WASHINGTON — The Biden administration is taking the unusual step of making a public accounting of the Trump administration’s political interference in science, drawing up a list of dozens of regulatory decisions that may have been warped by political interference in objective research.
The effort could buttress efforts to unwind pro-business regulations of the past four years, while uplifting science staff battered by four years of disregard. It is particularly explicit at the Environmental Protection Agency, where President Biden’s political appointees said they felt that an honest accounting of past problems was necessary to assure career scientists that their findings would no longer be buried or manipulated.
In a blunt memo this month, one senior Biden appointee said political tampering under the Trump administration had “compromised the integrity” of some agency science. She cited specific examples, such as political leaders discounting studies that showed the harm of dicamba, a herbicide in popular weedkillers like Roundup that has been linked to cancer and subsequently ruling that its effectiveness outweighed its risks.
The broader list of decisions where staff say scientific integrity was violated is expected to reach about 90 items, according to one person involved in the process. It currently includes well-known controversies like the ricochet of decisions around Pebble Mine, a proposed copper and gold mine in Alaska’s Bristol Bay region, as well as rulings around relatively obscure toxic chemicals.
“Manipulating, suppressing, or otherwise impeding science has real-world consequences for human health and the environment,” the EPA administrator, Michael Regan, said in an agency wide email message Tuesday. “When politics drives science rather than science informing policy, we are more likely to make policy choices that sacrifice the health of the most vulnerable among us.”
He asked employees to bring “any items of concern” to the agency’s scientific integrity officials or the independent inspector general and pledged to encourage “the open exchange of differing scientific and policy positions.”
“I also promise you that retaliation, retribution, intimidation, bullying, or other reprisals will not be tolerated,” Regan wrote.
Former president Donald Trump’s well-documented attacks on science include doctoring a map with a black Sharpie to avoid acknowledging that he was wrong about the path of a hurricane and then pressuring scientists to back his false claim; meddling in federal coronavirus research; and pressuring regulators to approve COVID-19 vaccines and treatments. Those actions provoked bipartisan concern during his administration.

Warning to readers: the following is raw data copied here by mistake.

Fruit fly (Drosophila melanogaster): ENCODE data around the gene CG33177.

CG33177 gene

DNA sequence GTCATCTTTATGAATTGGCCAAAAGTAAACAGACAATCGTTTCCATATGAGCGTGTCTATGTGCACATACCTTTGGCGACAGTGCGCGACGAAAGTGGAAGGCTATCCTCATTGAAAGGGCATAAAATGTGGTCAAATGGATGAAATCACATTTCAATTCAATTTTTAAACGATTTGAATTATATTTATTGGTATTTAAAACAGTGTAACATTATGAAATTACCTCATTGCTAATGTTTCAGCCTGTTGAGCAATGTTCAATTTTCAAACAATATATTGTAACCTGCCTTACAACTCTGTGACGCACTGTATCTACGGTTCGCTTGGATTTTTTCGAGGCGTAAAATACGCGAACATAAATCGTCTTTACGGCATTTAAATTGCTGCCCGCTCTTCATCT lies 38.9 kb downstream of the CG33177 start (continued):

The EPA was the epicenter of some of the administration’s most questionable decisions.
Trump’s first administrator, Scott Pruitt, removed the agency’s webpage on climate change (which has since been replaced); fired and barred independent scientific advisers who had received grants from the EPA (a policy that a court ultimately found to be illegal) and then replaced them with many industry representatives; and rolled back scientifically supported policies such as limiting pollution from trucks with rebuilt engines after meetings with executives and lobbyists.
Pruitt’s successor, Andrew Wheeler, faced accusations that he repeatedly ignored and shut out his own scientists in decisions such as issuing a rule curbing but not banning asbestos; declaring the health effects of chlorpyrifos, a widely used pesticide, “unresolved” despite years of agency research proving its danger to infants; and pushing through a policy (which has since died in the courts) to limit the type of health and epidemiological studies that could be used to justify regulations.
Former Trump administration officials said the effort by Biden’s EPA to discredit their work, which they maintained was conducted with robust scientific discourse, was its own brand of politics.
“Every decision we made in the Trump administration was rooted in science and was based on both advice and concurrence with the career scientific team,” said Mandy Gunasekara, who served as Wheeler’s chief of staff. “Not all of them agreed, but that’s with any team.”
Jonathan H. Adler, director of the Center for Environmental Law at Case Western University, said he shared some of those concerns. Understanding how many people could die at a certain level of exposure to a chemical is science, he explained. Deciding whether that risk justifies lowering the threshold for that chemical’s use is a policy judgment.
“The line between what’s science and what’s policy is not always well guarded,” Adler said.
Michal Freedhoff, the EPA’s new acting assistant administrator in the office of chemical safety, agreed in a recent interview that disagreements over how science should inform policy are common in every administration. But, Freedhoff said, what she discovered shortly after she joined the agency in January went well beyond that, and beyond what she was expecting to find.
She said she has had briefings meetings in which scientists have hesitated to explain how and why certain decisions were made during the Trump years, only to learn of multiple instances in which the researchers were told to disregard data or certain studies or were shut out of decision-making altogether.